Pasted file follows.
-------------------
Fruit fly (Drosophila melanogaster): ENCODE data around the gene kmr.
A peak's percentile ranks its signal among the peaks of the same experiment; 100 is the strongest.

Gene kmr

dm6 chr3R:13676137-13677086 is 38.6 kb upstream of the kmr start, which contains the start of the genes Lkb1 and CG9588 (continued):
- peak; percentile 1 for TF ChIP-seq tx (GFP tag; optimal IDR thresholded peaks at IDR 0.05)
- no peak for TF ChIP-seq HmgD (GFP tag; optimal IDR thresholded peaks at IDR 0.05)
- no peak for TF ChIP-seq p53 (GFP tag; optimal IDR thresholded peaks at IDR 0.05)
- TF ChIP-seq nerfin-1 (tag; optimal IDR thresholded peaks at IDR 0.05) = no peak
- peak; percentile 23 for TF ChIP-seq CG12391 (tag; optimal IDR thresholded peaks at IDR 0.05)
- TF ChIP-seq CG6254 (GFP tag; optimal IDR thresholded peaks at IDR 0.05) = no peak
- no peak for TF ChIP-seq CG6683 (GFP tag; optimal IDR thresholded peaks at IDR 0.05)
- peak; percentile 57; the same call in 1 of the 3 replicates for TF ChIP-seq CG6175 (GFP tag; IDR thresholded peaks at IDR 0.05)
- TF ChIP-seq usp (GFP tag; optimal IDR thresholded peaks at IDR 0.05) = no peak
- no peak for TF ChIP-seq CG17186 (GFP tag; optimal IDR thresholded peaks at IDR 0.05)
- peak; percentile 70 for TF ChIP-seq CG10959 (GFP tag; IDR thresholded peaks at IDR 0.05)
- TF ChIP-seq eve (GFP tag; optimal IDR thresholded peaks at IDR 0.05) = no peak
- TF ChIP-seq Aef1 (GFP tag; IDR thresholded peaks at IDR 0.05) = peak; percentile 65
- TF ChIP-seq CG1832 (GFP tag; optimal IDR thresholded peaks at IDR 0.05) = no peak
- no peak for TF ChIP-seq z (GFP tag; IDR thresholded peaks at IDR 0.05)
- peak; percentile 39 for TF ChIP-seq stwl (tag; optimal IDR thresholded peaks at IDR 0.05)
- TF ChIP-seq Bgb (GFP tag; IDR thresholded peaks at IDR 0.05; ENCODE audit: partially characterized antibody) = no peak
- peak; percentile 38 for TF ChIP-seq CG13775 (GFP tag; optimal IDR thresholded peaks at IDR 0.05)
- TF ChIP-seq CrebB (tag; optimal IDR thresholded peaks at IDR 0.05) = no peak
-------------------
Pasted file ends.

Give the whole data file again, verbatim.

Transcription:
Fruit fly (Drosophila melanogaster): ENCODE data around the gene kmr.
A peak's percentile ranks its signal among the peaks of the same experiment; 100 is the strongest.

Gene kmr

dm6 chr3R:13676137-13677086 is 38.6 kb upstream of the kmr start, which contains the start of the genes Lkb1 and CG9588 (continued):
- peak; percentile 1 for TF ChIP-seq tx (GFP tag; optimal IDR thresholded peaks at IDR 0.05)
- no peak for TF ChIP-seq HmgD (GFP tag; optimal IDR thresholded peaks at IDR 0.05)
- no peak for TF ChIP-seq p53 (GFP tag; optimal IDR thresholded peaks at IDR 0.05)
- TF ChIP-seq nerfin-1 (tag; optimal IDR thresholded peaks at IDR 0.05) = no peak
- peak; percentile 23 for TF ChIP-seq CG12391 (tag; optimal IDR thresholded peaks at IDR 0.05)
- TF ChIP-seq CG6254 (GFP tag; optimal IDR thresholded peaks at IDR 0.05) = no peak
- no peak for TF ChIP-seq CG6683 (GFP tag; optimal IDR thresholded peaks at IDR 0.05)
- peak; percentile 57; the same call in 1 of the 3 replicates for TF ChIP-seq CG6175 (GFP tag; IDR thresholded peaks at IDR 0.05)
- TF ChIP-seq usp (GFP tag; optimal IDR thresholded peaks at IDR 0.05) = no peak
- no peak for TF ChIP-seq CG17186 (GFP tag; optimal IDR thresholded peaks at IDR 0.05)
- peak; percentile 70 for TF ChIP-seq CG10959 (GFP tag; IDR thresholded peaks at IDR 0.05)
- TF ChIP-seq eve (GFP tag; optimal IDR thresholded peaks at IDR 0.05) = no peak
- TF ChIP-seq Aef1 (GFP tag; IDR thresholded peaks at IDR 0.05) = peak; percentile 65
- TF ChIP-seq CG1832 (GFP tag; optimal IDR thresholded peaks at IDR 0.05) = no peak
- no peak for TF ChIP-seq z (GFP tag; IDR thresholded peaks at IDR 0.05)
- peak; percentile 39 for TF ChIP-seq stwl (tag; optimal IDR thresholded peaks at IDR 0.05)
- TF ChIP-seq Bgb (GFP tag; IDR thresholded peaks at IDR 0.05; ENCODE audit: partially characterized antibody) = no peak
- peak; percentile 38 for TF ChIP-seq CG13775 (GFP tag; optimal IDR thresholded peaks at IDR 0.05)
- TF ChIP-seq CrebB (tag; optimal IDR thresholded peaks at IDR 0.05) = no peak